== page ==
Native Infusion

Hopi, Native American, Navajo

Native Infusion

Exploring How Respectful Interaction Between Cultures Can Engender Fresh Perspectives

“Even though our modern world invades their world and they incorporate it and deal with it, they are still driven by their own values that often have nothing to do with our world. Part of me gets fed by this resonance.”

TaVie Jazlyn

Article and images are by Sandra Cosentino

Native infusion began as a child for me–I remember on trips to northern Arizona seeing Navajo families using horse and wagons coming to trading posts; then in later years, driving pick-ups with the kids in back.

Since childhood I have been fascinated with the Colorado Plateau canyon-scapes and vast open spaces.   During the 1980’s and 1990’s, I began intensively exploring canyons, prehistoric puebloan ruins and rock art.  I felt a sense of presence of the ancestors still alive there somehow. Then as I began meeting Hopi, Navajo, and other Native people who were still living a heritage based on centuries or millenia of experience in these lands, my horizons broadened in ways hard to explain.

Hopi and Zuni group at a gathering I held in northern Arizona in 1995.

Quietly observing and getting to know people as we visited, explored, went to ceremonies and fairs, sat around the campfire with stories, songs and prayers; I came into deepened appreciation of the cultural values and the heart-centered, here-now enduring strength of the Native people (also Havasupai, Yavapai, Apache, Tohono O’dam, Cherokee, Zuni, New Mexico puebloan peoples, Alaska Native people, Quero villagers I met in Peru) I came to know over these decades.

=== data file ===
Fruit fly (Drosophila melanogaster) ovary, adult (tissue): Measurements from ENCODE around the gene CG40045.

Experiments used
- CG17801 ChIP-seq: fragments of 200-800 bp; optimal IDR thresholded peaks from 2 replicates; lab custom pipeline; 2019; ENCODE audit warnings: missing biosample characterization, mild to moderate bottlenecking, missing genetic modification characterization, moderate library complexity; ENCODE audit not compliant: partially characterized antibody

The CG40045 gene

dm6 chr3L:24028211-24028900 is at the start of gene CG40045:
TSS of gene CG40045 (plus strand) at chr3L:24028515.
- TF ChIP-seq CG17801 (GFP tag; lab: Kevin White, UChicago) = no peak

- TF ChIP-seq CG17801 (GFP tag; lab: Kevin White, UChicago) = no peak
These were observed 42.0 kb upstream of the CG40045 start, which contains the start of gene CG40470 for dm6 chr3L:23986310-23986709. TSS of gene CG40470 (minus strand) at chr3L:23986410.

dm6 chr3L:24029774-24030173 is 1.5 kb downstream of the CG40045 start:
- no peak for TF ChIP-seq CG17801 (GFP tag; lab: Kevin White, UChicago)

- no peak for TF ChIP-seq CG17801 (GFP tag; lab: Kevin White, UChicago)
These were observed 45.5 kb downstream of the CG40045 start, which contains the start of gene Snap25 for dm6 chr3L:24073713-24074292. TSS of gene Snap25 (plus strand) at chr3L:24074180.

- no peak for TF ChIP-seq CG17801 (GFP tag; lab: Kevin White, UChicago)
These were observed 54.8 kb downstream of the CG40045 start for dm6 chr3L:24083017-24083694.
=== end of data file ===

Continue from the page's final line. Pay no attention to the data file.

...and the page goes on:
I became infused with fresh energies, new perspectives and a deepened sense of being part of this land. The land, which I have always loved, became more alive to me.

Canyon de Chelly campfire circle with Navajo leader.

Oh, the fond memories of sharing around the campfire!  Navajo host/leader is playing flute.

 I will never forget a Hopi leader who spoke in 1991 at the dedication of an ancestor ruin site south of Sedona that had been saved from destruction by purchase by the Archaeology Conservancy. “This is your heritage too,” he stated with deep sincerity including us in the circle of his world. I took that in on a deep level.